Mississippi Pecans: Good Prices Could Bring Above-Average Yield
With prices and demand for the state’s pecans high, this year’s predicted average to above-average yield is good news for growers.
The U.S. Department of Agriculture estimates the 2012 crop will yield 2.5 million pounds of pecans. While this yield is down significantly from the 5 million pounds harvested in 2011, it is more in line with the state’s historical average of 2.42 million pounds.
David Ingram, plant pathologist with the Mississippi State University Central Research and Extension Center in Raymond, said higher prices encouraged people to harvest what they can.
“I think the reason our yield is going to be slightly higher than average this year is that we have a tremendous number of small orchards — 100 trees or less — and those people have gotten interested in trying to pick up those pecans and sell them,” Ingram said.
Ingram said harvest for this year’s crop is just beginning, but the quality looks good.
“November is usually our heaviest harvest month,” he said. “Sometimes harvest will run into December, and if it stays dry, pecans will still be falling off in January.”
Ingram said pecans are grown all over the state, but most are grown along the I-20 corridor and into the Delta. Growers avoided damage from Hurricane Isaac, which blew through the Southeast in late August.
“Through the years, hurricanes on the Gulf destroyed a lot of pecan trees in the southern part of the state,” he said. “The two biggest growers are just south of Raymond and around Clarksdale.”
Pecan prices have been increasing over the past three to four years.
“China and India are buying a lot of our U.S. pecan crop,” Ingram said. “We’ve convinced them they’re a healthy food to eat.”
John Michael Riley, agricultural economist with MSU’s Extension Service, said U.S. exports are projected to be up again this year to 64.63 million pounds, a 14 percent increase over 2011.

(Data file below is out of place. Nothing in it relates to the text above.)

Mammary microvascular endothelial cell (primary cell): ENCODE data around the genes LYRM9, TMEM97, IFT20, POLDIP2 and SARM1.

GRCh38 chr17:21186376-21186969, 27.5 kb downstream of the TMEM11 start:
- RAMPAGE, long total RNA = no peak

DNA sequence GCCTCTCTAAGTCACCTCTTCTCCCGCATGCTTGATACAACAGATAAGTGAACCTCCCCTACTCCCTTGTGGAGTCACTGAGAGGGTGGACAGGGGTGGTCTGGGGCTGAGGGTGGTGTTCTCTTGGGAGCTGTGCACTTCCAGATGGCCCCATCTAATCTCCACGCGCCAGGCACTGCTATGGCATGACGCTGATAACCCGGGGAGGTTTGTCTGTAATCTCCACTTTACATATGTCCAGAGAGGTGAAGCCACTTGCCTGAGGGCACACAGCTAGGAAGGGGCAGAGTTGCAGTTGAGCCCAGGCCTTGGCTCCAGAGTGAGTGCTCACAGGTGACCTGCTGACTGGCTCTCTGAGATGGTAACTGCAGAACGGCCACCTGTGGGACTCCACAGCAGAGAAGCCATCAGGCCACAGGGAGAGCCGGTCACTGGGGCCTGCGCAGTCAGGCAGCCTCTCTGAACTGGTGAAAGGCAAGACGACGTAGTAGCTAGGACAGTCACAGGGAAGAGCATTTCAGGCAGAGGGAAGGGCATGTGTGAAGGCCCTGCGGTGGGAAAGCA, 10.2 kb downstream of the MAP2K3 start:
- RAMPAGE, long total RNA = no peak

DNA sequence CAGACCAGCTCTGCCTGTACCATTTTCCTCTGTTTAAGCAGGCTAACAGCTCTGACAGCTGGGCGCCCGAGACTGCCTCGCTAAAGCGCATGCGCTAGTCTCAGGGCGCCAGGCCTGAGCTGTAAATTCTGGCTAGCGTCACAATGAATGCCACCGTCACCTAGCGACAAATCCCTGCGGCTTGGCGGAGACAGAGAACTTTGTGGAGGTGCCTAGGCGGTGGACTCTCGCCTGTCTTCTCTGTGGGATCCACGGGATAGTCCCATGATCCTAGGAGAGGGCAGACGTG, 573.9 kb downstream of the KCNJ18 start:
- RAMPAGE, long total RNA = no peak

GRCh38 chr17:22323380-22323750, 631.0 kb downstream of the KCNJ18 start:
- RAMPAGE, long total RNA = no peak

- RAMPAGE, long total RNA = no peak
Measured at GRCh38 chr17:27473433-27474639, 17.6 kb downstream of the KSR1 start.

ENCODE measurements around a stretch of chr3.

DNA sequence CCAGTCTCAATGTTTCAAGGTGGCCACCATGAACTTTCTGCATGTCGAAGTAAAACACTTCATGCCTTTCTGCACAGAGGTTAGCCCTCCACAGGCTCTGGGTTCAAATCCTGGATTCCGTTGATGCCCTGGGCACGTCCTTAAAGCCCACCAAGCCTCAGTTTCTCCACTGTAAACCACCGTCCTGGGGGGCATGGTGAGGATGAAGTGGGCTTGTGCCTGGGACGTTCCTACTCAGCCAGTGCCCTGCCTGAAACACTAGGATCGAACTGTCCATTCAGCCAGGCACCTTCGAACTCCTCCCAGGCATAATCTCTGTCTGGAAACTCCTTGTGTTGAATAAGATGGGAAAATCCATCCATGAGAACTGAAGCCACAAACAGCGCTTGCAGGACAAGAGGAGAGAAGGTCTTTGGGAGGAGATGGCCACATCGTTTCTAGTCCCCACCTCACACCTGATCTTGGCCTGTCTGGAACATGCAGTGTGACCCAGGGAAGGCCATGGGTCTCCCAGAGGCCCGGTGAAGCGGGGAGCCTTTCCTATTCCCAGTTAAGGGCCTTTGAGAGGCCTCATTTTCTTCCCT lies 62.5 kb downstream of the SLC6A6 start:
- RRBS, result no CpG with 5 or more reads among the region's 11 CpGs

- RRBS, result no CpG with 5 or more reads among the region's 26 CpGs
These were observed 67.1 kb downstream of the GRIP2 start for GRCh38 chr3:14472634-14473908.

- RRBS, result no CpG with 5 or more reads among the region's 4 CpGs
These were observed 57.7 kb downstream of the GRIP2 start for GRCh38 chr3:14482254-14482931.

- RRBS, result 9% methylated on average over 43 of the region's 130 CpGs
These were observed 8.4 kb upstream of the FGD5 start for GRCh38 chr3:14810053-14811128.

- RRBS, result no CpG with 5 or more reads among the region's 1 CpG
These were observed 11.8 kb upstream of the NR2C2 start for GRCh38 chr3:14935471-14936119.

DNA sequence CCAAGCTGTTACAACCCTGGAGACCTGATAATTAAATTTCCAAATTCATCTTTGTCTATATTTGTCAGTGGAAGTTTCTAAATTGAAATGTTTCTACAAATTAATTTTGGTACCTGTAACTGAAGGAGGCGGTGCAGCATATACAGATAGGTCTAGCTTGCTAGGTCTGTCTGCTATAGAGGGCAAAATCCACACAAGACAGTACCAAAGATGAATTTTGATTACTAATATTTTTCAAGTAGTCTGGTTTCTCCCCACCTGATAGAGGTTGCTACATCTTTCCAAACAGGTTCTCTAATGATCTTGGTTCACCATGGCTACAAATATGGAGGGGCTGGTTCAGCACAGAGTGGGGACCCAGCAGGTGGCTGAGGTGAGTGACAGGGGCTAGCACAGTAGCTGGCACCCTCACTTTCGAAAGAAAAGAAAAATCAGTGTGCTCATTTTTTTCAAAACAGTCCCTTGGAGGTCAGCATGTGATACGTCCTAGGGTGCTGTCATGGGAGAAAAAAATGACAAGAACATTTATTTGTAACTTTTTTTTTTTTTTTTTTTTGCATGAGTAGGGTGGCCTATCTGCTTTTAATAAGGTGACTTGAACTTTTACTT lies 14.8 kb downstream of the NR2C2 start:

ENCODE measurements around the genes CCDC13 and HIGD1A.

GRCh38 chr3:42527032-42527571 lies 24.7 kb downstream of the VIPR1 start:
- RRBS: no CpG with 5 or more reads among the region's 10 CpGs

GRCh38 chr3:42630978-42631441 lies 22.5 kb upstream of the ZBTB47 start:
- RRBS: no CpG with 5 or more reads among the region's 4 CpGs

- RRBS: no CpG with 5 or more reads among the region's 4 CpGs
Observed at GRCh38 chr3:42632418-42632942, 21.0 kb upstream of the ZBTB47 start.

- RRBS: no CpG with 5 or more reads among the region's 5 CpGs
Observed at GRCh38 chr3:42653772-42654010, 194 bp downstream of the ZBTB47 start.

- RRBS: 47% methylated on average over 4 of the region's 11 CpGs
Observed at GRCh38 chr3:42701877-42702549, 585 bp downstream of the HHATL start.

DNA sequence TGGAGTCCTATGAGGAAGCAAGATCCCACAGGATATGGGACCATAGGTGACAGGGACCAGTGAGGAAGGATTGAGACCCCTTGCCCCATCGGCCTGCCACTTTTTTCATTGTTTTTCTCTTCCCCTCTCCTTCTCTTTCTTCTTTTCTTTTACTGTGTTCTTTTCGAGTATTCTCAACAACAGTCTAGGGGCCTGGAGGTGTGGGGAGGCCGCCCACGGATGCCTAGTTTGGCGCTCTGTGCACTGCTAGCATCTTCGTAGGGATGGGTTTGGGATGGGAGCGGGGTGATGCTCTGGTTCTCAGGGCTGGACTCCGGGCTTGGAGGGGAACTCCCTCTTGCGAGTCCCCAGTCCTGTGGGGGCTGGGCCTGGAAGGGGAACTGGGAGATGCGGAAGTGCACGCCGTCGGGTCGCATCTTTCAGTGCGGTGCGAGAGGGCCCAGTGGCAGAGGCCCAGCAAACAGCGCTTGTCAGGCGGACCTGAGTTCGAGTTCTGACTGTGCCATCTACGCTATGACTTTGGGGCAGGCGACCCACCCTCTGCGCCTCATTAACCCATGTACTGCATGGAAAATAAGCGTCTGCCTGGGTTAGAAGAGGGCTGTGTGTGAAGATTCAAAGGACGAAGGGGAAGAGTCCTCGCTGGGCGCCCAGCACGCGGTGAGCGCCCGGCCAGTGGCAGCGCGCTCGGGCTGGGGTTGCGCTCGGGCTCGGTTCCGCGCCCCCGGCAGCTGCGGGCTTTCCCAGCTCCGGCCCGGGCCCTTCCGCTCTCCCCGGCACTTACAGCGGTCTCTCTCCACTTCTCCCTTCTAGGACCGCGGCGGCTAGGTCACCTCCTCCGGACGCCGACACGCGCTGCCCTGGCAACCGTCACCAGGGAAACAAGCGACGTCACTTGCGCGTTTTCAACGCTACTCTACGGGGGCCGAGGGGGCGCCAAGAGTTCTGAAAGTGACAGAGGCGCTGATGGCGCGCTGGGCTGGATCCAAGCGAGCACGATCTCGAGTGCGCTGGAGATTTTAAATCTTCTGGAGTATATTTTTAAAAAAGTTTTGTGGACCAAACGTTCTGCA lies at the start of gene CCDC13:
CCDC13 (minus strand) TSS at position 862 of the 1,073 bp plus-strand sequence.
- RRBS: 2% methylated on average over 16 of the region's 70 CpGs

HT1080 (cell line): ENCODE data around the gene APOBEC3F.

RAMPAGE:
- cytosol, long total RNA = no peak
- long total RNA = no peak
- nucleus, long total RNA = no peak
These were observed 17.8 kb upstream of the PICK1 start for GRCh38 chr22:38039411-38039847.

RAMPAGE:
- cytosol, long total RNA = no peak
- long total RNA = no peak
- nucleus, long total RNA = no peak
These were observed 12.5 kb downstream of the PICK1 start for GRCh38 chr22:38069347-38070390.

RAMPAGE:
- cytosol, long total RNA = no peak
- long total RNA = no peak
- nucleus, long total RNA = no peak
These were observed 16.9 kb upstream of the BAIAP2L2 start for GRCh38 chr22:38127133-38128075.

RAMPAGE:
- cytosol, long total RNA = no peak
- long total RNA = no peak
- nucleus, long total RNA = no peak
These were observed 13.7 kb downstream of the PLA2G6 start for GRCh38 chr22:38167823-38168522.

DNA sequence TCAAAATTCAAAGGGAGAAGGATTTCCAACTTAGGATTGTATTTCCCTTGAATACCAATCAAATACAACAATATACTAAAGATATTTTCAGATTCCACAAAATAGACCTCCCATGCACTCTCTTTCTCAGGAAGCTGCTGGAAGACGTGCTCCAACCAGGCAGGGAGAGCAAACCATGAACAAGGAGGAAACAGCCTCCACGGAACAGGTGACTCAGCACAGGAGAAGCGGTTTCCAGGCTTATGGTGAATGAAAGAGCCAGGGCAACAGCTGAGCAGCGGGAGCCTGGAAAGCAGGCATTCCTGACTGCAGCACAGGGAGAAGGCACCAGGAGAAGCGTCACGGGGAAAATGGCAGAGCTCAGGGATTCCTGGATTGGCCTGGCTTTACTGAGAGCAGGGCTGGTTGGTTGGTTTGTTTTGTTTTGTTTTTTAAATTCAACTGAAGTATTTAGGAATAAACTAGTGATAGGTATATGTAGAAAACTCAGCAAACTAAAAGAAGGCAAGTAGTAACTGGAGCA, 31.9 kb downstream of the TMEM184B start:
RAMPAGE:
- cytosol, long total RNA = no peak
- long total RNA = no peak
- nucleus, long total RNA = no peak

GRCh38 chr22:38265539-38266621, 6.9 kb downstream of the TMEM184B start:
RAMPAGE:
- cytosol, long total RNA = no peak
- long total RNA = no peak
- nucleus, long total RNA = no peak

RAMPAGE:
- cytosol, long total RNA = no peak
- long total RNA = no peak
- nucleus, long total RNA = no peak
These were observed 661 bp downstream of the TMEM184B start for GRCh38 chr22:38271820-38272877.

Mississippi’s forecasted 2.5 million pounds is just under 1 percent of the U.S. production of 308.6 million pounds.
“The current forecast is also well short of last year’s production of 5 million pounds — a 50 percent decrease, but last year’s production was rather high compared to normal,” Riley said.
Georgia remains the largest pecan grower, followed by the Southwestern states of Arizona, New Mexico, Oklahoma and Texas.
“The drought that plagued the Southwest last year helped push prices higher in 2011,” Riley said. “The drought is still intact but is less severe in the Southwest and Georgia, so prices have fallen back from the first half of the year. They are currently in the neighborhood of $6 per pound shelled.”
Riley said consumers anticipating holiday baking can expect to see prices rise late in the year as demand increases. Buy early to avoid the increase.
Randolph Smith, who has grown pecans for 35 years, leases his 450 acres of pecans to River Bend Pecan Farm. In-shell pecans are selling for $4.50 to $5.25 per pound, and shelled mammoth halves sell for $12.50 per pound.
“We’ve got a full crop, and the quality is good too,” Smith said. “We’re selling fresh pecans right off the tree and have five different varieties. The crop is early this year and available now.”
Smith said their Mississippi pecans are available at the farm store in Raymond and at the Bass Pecan retail outlets in Lumberton and Canton.
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